Medical marijuana might not hit House floor on last day of legislature

Posted at 5:23 PM, Mar 09, 2016
and last updated 2016-03-10 19:53:11-05

SALT LAKE CITY -- The legislature is wrapping up, with lawmakers racing to pass bills before they must adjourn Thursday.

Some of the biggest debates over the biggest bills have yet to happen, including medical marijuana, a repeal of the death penalty, polygamy and abortion.

On Wednesday night, SB89 sponsor Rep. Brad Daw, R-Orem, told FOX 13 he was still working on compromise legislation on the medical marijuana bill that passed a House committee earlier this week.

"I feel pretty good right now. The fact is, we've had a lot of collaboration from a lot of different people and we're in a very good place," he said.

SB89 has been criticized for not being as robust as a bill preferred by patients and medical marijuana advocates, SB73. That bill died in committee. Rep. Daw said he has made six amendments to SB89.

"A 50/50 Cannabidiol THC, so a lot higher THC than previous bills. Any doctor can administer it for a given set of conditions," Daw said, adding that there is a cannabis specialist, and a pediatric specialist to deal with particular issues.

The bill is racing the clock and if last-minute negotiations fall apart, there remains a chance that medical marijuana may not be heard on the House floor. Thursday is the final day of the legislative session.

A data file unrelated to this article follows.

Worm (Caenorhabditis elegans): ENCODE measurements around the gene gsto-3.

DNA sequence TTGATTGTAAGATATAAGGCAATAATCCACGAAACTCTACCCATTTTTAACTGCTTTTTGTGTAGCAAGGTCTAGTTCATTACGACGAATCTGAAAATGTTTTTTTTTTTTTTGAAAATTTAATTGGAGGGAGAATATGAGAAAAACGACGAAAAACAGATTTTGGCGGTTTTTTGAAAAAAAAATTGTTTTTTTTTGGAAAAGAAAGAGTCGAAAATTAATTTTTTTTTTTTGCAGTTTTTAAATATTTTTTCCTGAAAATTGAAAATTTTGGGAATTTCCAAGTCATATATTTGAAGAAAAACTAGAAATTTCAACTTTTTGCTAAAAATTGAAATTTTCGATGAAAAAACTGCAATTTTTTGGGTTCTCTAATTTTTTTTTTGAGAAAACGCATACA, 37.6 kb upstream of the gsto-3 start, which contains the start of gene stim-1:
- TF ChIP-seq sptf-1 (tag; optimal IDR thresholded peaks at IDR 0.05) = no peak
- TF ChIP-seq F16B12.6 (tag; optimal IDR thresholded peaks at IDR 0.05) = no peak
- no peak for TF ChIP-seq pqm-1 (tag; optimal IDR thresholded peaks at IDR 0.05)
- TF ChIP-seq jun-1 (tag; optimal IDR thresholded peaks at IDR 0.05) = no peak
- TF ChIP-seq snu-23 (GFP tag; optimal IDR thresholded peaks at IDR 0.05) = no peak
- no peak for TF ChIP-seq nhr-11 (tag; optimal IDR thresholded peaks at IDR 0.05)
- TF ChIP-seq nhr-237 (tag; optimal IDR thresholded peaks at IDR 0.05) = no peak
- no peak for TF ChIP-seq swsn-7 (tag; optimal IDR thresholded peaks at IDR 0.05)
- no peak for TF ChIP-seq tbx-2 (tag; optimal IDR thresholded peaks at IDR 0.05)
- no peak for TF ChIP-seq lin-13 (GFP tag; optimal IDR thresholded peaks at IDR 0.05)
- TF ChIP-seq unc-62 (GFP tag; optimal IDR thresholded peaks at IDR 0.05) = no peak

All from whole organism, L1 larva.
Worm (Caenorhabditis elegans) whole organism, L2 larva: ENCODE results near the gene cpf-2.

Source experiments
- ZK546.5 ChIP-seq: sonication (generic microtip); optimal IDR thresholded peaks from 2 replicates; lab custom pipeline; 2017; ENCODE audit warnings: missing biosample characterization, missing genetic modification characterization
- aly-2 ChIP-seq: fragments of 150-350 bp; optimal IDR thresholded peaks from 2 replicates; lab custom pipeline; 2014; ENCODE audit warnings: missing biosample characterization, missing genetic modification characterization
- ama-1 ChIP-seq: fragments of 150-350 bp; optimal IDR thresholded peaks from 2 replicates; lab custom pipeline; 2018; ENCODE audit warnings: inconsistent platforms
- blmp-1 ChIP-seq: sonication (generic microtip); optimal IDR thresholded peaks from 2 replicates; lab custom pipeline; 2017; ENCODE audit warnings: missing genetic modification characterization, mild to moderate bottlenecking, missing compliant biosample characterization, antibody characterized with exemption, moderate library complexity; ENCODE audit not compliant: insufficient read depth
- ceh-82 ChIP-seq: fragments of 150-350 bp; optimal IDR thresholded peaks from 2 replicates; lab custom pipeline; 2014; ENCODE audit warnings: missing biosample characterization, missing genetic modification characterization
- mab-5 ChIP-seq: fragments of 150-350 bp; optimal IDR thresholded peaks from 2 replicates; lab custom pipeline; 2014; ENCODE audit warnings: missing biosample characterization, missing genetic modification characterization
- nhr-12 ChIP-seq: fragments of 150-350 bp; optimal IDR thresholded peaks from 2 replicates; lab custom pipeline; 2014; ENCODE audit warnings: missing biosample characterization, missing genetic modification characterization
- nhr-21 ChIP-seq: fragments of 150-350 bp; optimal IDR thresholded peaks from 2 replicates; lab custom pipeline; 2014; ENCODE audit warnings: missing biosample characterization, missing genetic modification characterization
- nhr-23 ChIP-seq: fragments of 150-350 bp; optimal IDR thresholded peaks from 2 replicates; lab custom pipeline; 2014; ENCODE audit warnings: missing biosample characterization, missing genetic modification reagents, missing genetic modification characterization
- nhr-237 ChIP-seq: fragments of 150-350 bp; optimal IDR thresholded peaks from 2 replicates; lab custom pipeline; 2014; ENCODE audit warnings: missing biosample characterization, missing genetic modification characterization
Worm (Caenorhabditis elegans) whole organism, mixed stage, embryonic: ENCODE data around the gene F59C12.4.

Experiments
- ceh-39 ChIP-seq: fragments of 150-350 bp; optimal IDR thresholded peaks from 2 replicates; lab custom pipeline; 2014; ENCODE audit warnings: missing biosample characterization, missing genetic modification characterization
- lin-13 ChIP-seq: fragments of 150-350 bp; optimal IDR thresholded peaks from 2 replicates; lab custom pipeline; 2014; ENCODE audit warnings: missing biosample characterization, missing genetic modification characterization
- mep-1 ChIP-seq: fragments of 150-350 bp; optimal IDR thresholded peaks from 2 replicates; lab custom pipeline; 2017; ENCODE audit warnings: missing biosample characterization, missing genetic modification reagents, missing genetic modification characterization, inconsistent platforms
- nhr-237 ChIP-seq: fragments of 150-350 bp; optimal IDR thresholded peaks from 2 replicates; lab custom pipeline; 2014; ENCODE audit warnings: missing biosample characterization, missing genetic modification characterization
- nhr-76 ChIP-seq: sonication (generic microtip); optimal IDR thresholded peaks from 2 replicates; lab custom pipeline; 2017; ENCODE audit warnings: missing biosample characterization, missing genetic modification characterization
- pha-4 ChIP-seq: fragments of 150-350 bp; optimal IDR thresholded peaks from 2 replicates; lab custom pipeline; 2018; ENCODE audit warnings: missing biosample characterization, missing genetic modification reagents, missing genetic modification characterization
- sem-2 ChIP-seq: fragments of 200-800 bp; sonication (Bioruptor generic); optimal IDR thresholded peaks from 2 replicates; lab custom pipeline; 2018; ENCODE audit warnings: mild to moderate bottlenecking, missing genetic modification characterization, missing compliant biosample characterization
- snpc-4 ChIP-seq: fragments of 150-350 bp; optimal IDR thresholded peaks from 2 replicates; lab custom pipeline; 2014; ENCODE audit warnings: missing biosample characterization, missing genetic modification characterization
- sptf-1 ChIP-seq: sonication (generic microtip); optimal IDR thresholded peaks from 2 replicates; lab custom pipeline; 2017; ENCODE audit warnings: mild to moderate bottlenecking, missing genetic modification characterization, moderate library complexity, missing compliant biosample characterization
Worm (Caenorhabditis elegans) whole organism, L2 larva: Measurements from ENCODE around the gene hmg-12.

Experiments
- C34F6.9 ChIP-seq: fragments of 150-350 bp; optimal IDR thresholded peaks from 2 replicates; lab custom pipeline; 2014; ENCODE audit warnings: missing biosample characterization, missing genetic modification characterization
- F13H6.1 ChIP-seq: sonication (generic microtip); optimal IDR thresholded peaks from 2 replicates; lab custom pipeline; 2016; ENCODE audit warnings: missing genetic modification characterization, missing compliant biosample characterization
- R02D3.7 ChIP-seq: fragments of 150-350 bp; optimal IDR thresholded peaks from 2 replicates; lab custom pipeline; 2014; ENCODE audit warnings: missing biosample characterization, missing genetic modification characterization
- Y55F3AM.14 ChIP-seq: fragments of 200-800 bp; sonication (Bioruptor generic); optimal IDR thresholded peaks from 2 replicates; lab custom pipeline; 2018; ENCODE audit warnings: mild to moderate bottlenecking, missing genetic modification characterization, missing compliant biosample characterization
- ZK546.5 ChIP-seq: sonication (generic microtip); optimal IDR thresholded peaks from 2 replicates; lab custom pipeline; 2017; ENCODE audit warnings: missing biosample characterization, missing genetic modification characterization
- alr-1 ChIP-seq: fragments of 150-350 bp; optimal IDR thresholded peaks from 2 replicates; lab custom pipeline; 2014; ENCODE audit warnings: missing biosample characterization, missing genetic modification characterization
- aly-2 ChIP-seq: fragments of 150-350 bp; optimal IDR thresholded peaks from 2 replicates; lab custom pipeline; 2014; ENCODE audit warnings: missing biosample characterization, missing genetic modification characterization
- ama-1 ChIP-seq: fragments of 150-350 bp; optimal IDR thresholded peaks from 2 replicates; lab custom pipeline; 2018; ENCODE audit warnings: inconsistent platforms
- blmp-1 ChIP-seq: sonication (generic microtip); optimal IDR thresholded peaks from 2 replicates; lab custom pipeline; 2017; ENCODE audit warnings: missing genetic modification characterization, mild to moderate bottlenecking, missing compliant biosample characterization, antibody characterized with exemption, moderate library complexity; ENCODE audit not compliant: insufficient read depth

But lawmakers have been passing quite a bit of legislation that affects Utahns' lives, including:

  • The Senate passed a bill that would have parents who want to exempt their child from immunizations to watch a video or consult with their local health department before the child goes to school;
  • A bill that seeks to make truancy an infraction on the first offense;
  • The House approved a Senate measure that provides oversight for court-appointed defense attorneys (in some cases, people had been appearing in court without a lawyer);
  • The House approved a major water infrastructure bill that would dip into sales tax dollars to fund everything from pipes in the street to the Lake Powell Pipeline;
  • Lawmakers have agreed to spend $27 million over three years to help the homeless by building new shelters and funding more social services;
  • A controversial bill that would ban non-compete contracts in Utah was watered down, with the Senate limiting no competes to one year after lobbying by businesses;
  • The Senate passed a resolution asking the Feds to reimburse Utah $1 million for keeping the national parks open during the government shutdown;
  • As part of the overall budget, lawmakers voted to commit $4.5 million toward any lawsuit Utah might pursue against the federal government for control of public lands;
  • Lawmakers passed a bill allowing for wine tastings;

In a moment of levity on the Senate floor, Sen. Jim Dabakis, D-Salt Lake City, and Rep. Ken Ivory, R-West Jordan, dressed in colonial garb to push a resolution honoring Lin Manuel Miranda, the author of the Broadway musical "Hamilton." Dabakis awkwardly rapped lines from the musical to laughter from his colleagues.

The resolution passed, but Sen. Margaret Dayton, R-Orem, had concerns.

"The play, however clever as it is, is ribald and I don't know it's necessarily the purview of the Senate to be sending a letter to the New York Acting Society saying we support it," she said. "I don't know that we're elected to do Broadway reviews."